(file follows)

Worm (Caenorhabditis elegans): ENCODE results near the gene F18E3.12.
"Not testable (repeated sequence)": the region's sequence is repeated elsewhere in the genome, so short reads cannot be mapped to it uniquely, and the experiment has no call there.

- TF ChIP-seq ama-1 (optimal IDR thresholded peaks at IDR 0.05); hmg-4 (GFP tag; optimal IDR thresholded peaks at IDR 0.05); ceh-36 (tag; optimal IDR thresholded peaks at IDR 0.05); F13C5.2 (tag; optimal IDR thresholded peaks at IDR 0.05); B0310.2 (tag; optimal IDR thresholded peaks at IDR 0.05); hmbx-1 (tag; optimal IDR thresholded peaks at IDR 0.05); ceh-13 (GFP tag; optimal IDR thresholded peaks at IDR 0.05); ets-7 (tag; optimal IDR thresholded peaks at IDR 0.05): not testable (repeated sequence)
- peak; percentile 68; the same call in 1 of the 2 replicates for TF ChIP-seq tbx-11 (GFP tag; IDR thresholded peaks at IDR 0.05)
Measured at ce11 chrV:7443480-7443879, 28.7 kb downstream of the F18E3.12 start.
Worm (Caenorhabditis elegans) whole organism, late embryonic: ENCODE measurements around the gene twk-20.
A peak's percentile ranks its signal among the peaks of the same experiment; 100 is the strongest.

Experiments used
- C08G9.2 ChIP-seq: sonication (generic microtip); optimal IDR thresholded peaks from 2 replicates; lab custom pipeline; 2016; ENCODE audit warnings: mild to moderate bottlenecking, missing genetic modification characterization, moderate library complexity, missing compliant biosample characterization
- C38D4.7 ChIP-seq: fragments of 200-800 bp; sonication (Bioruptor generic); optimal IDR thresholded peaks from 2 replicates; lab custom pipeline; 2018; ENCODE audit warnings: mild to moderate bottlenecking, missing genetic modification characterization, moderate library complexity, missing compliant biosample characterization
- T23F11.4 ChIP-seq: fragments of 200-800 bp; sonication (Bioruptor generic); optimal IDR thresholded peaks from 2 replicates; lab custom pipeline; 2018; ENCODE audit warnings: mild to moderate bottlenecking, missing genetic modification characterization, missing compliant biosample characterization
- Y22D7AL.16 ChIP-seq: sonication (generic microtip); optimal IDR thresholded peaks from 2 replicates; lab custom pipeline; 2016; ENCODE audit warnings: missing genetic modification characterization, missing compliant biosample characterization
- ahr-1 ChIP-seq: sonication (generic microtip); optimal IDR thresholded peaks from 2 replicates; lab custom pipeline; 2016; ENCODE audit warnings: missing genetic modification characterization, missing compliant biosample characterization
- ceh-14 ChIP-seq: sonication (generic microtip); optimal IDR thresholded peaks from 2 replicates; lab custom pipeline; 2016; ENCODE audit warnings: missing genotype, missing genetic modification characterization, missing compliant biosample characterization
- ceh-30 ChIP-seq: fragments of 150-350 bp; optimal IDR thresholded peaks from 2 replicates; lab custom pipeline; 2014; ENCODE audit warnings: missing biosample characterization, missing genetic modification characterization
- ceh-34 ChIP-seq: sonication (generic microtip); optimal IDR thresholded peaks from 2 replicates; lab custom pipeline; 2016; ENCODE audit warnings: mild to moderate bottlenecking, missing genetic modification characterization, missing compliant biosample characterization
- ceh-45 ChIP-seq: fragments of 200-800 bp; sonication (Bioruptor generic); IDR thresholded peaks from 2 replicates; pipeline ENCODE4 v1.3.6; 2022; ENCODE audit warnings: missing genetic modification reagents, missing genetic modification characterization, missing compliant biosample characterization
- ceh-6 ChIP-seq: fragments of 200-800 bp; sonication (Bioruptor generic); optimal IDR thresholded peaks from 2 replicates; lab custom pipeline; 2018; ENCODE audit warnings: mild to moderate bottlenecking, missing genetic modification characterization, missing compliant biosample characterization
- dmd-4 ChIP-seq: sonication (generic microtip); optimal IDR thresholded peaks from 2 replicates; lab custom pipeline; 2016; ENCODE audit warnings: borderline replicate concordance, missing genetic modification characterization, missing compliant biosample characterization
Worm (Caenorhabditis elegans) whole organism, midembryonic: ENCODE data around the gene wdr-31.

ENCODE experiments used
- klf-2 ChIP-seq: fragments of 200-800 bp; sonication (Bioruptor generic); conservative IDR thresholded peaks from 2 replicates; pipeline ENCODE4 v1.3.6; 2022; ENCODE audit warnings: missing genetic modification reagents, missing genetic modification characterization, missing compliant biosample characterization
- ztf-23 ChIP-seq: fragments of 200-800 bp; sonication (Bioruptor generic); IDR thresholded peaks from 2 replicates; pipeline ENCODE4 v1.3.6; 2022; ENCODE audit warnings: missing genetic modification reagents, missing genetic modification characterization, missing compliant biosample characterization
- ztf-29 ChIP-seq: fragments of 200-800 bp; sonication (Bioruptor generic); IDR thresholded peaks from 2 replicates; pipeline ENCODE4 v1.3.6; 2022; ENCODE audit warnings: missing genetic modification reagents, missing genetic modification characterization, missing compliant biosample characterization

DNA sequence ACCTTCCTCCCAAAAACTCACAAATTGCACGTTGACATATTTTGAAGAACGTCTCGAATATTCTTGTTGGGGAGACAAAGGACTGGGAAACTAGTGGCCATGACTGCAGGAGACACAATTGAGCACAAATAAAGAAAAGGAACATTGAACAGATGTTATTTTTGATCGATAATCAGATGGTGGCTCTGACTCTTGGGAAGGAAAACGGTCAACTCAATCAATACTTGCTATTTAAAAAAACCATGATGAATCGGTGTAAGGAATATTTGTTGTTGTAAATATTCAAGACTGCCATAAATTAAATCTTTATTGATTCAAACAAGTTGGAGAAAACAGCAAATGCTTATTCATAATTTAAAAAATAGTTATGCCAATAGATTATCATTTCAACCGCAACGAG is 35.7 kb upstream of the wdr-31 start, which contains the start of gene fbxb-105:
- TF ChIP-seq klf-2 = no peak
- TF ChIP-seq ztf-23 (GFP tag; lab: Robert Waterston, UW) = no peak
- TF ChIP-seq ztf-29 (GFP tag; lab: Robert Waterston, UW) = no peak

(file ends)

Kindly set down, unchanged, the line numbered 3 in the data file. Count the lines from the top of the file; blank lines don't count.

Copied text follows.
- TF ChIP-seq ama-1 (optimal IDR thresholded peaks at IDR 0.05); hmg-4 (GFP tag; optimal IDR thresholded peaks at IDR 0.05); ceh-36 (tag; optimal IDR thresholded peaks at IDR 0.05); F13C5.2 (tag; optimal IDR thresholded peaks at IDR 0.05); B0310.2 (tag; optimal IDR thresholded peaks at IDR 0.05); hmbx-1 (tag; optimal IDR thresholded peaks at IDR 0.05); ceh-13 (GFP tag; optimal IDR thresholded peaks at IDR 0.05); ets-7 (tag; optimal IDR thresholded peaks at IDR 0.05): not testable (repeated sequence)